NCIS…but cooler: An Air Force Horse Husband Speaks

In Interviews

Stacey Chepren recently wrote about the ways that her husband supports her ‘habit’ while away on active duty in the Air Force.  We decided to get the story from the horse’s mouth. What we ended up with is an incredible interview with Shane Chepren, Special Agent in the Air Force Office of Special Investigations in which he talks about ‘passing the test,’ sharing passions, and timing leg day.


Horse Hubby: I assume that you didn’t fully appreciate what or how much horses meant to Stacy when you first met her. Looking back, what traits first attracted you to her that are informed by her love for horses?

Shane Chepren: When I first met Stacey, before we dated, I knew she loved horses because every time I went to her office to drop off case files, there was the holy shrine for Klein on her wall. I don’t just mean a picture with a couple hearts drawn beside it. I am talking about 15 pictures of Klein and about 20 show ribbons. Most were for 1st place. When we actually started dating, I knew she loved horses but, like most ‘Horse Boyfriends,’ I was completely unaware of what extent the love was.

It was our second or third date. Stacey took me to the barn and she gave me a dire warning that no future Horse Hubby wants to hear: “If Klein doesn’t approve of you then we are finished, because she was here first and she’s not going anywhere.” I was never really around horses growing up, and for sure not since I joined the military. I have, on the other hand always been really good with animals, so I told Stacey I wasn’t worried (don’t tell her, but I was pretty nervous). Stacey told me that there were two dogs at the barn that would probably go nuts and bark at me, but wouldn’t bite.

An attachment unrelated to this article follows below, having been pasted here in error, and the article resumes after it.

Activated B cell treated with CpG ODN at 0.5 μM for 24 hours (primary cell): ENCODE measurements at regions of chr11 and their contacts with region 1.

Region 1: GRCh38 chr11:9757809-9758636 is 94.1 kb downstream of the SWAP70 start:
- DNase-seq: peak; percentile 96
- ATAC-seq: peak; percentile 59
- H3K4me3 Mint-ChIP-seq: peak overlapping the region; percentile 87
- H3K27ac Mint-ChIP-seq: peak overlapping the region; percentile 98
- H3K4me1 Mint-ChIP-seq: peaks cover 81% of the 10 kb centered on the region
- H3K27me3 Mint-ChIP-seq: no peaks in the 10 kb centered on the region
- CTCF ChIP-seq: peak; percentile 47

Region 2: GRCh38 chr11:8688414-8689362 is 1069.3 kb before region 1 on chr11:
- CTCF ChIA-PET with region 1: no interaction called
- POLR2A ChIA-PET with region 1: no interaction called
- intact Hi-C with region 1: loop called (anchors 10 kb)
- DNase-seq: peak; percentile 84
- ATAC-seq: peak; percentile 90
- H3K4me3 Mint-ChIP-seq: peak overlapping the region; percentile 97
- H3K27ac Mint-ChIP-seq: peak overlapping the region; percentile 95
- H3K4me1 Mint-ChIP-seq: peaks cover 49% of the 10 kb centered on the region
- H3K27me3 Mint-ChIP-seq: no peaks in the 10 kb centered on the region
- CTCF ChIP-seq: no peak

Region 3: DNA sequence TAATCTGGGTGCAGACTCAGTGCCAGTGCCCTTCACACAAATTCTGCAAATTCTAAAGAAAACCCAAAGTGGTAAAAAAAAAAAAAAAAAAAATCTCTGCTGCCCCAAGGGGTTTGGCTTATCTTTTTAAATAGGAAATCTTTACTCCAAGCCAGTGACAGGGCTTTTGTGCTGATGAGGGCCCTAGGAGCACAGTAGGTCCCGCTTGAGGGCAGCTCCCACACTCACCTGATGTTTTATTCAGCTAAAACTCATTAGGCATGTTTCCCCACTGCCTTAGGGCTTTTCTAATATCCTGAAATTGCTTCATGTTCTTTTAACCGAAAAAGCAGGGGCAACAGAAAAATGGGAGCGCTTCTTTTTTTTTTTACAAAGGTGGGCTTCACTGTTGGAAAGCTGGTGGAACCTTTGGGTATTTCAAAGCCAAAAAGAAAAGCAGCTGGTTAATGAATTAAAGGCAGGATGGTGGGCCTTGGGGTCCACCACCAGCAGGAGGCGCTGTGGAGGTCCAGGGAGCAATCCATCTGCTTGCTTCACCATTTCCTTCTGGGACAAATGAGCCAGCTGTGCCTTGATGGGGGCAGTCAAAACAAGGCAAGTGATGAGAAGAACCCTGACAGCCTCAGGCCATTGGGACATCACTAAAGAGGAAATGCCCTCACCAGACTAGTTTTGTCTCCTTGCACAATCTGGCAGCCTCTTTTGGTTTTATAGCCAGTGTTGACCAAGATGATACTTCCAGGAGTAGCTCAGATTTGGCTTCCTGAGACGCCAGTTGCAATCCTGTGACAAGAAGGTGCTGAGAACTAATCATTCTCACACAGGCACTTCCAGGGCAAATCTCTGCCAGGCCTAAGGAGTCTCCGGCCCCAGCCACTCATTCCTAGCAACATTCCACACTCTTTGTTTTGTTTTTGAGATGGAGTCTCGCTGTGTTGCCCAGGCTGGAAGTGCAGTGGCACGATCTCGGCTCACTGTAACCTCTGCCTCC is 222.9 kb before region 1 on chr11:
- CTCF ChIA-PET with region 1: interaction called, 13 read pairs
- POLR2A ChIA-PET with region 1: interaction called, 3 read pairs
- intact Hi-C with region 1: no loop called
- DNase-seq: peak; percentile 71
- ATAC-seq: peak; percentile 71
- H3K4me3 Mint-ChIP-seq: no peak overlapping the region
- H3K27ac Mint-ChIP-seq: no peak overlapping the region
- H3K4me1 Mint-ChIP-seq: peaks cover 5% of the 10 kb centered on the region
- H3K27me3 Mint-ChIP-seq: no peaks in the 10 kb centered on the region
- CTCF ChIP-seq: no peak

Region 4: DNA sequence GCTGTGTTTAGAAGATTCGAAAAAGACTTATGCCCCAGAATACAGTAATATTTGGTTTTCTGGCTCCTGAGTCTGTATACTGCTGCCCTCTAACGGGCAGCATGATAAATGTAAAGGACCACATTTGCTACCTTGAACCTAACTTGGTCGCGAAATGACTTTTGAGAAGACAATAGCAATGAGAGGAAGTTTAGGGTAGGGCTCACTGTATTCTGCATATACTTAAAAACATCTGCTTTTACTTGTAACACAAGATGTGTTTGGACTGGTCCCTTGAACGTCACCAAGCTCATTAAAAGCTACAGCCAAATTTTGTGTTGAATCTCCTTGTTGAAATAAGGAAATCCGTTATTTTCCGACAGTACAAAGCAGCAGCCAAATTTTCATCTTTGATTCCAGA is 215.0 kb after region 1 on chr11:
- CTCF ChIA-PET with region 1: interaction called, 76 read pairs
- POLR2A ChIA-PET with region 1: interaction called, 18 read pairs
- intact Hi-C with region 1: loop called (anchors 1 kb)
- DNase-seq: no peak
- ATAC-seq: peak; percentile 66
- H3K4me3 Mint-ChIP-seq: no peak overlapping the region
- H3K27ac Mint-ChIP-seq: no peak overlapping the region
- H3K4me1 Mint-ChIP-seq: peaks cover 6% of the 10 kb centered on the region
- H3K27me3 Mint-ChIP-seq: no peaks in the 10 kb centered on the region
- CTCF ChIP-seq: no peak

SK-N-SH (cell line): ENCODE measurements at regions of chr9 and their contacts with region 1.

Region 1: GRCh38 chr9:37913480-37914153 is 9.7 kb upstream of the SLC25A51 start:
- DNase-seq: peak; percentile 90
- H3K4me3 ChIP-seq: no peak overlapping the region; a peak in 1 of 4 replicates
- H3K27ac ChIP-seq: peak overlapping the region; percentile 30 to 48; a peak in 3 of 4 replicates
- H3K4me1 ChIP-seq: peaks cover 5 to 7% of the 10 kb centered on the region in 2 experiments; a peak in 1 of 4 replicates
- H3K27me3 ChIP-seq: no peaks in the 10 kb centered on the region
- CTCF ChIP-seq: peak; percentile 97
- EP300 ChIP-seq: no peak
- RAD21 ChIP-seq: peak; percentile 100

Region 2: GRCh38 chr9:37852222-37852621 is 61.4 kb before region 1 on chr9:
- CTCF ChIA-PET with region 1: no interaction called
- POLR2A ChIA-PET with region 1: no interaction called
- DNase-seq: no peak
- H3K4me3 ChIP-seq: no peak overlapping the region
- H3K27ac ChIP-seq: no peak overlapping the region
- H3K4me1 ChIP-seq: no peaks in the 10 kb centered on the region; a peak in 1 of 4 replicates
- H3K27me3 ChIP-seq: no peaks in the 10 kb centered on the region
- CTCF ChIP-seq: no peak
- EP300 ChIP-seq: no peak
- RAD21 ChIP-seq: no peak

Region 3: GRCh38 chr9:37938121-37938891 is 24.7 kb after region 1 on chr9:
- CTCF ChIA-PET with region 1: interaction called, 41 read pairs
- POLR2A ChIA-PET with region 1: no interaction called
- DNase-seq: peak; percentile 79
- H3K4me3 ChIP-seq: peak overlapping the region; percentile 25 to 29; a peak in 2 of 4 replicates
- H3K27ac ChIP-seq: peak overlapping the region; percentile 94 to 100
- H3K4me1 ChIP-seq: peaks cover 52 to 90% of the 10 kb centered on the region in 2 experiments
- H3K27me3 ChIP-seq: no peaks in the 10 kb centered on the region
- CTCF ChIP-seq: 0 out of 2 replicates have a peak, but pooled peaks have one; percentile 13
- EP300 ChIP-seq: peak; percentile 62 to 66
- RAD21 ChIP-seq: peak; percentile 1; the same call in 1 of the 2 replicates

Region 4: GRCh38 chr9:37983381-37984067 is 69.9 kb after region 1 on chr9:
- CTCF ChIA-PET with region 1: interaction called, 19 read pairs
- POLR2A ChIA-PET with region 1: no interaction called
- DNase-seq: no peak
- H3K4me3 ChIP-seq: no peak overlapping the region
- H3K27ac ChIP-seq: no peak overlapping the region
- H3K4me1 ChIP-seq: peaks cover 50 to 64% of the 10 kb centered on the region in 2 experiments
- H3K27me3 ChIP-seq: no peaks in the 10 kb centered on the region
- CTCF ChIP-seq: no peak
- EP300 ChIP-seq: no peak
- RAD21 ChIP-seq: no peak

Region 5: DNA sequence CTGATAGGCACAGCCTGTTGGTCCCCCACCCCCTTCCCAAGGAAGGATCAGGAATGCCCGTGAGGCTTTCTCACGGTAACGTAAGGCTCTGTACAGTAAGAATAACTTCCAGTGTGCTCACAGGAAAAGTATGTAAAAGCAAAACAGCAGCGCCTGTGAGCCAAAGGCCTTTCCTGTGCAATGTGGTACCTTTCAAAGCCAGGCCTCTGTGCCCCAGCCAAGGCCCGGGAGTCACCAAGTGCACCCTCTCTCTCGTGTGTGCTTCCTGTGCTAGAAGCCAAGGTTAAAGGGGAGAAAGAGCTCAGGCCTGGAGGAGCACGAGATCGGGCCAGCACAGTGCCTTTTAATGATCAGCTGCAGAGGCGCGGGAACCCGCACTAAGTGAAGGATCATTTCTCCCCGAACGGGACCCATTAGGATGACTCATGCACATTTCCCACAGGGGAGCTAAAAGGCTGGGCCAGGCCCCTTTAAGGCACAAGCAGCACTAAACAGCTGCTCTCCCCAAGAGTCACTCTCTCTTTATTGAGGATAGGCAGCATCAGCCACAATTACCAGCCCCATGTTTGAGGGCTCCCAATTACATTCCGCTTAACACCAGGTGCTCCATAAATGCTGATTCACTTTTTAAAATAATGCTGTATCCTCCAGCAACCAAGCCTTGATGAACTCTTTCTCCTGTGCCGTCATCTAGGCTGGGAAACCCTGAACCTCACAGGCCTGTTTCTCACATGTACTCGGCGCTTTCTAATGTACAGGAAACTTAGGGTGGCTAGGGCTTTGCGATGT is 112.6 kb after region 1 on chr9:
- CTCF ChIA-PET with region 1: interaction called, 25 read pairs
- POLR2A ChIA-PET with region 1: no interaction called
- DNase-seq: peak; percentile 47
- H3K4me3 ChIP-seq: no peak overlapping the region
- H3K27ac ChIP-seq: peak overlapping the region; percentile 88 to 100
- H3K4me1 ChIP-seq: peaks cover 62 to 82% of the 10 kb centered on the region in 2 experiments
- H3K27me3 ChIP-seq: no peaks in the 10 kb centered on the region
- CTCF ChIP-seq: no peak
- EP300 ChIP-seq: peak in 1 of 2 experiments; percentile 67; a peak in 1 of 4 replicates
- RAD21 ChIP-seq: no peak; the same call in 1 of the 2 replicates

This is a lot to put on a future Horse Hubby. Our relationship was about to be judged by the Iron Hoof (aka Klein).

That was all thrown out the window when we pulled up and the dogs did NOT bark at me or Stacey. Instead, they came up to me, sat down, and allowed me to pet them. As if that wasn’t strange enough, two cats came out for their turn too. Stacey was in shock. But I still had to pass the final test: Klein.

Stacey took me far out into the pasture to meet Klein (with two dogs and a cat walking single file behind me). I was not warned that Klein could be kind of snobby and would shy away from strangers. She was kind of aloof. Not knowing this, I walked right up to her, scratched her chin, rubbed her face, and tickled her belly. The rest is history.

What really attracted me to Stacey was not her love for horses. It was the fact that she was able to do everything by herself. She was able to take care of two horses, drive a big truck with a trailer, haul hay, clean stalls, get her hands dirty, and she didn’t need anyone’s help (though I will say it is easier for me to haul bales of hay through ten inches of mud). Even if it has nothing to do with horses, Stacey will sit by me while I fish all day and just enjoy being outside. That is all thanks to working with horses all day, every day, outside.

HH: What is your relationship to horses now? Do you ride? How much do you help around the barn? How else are you involved?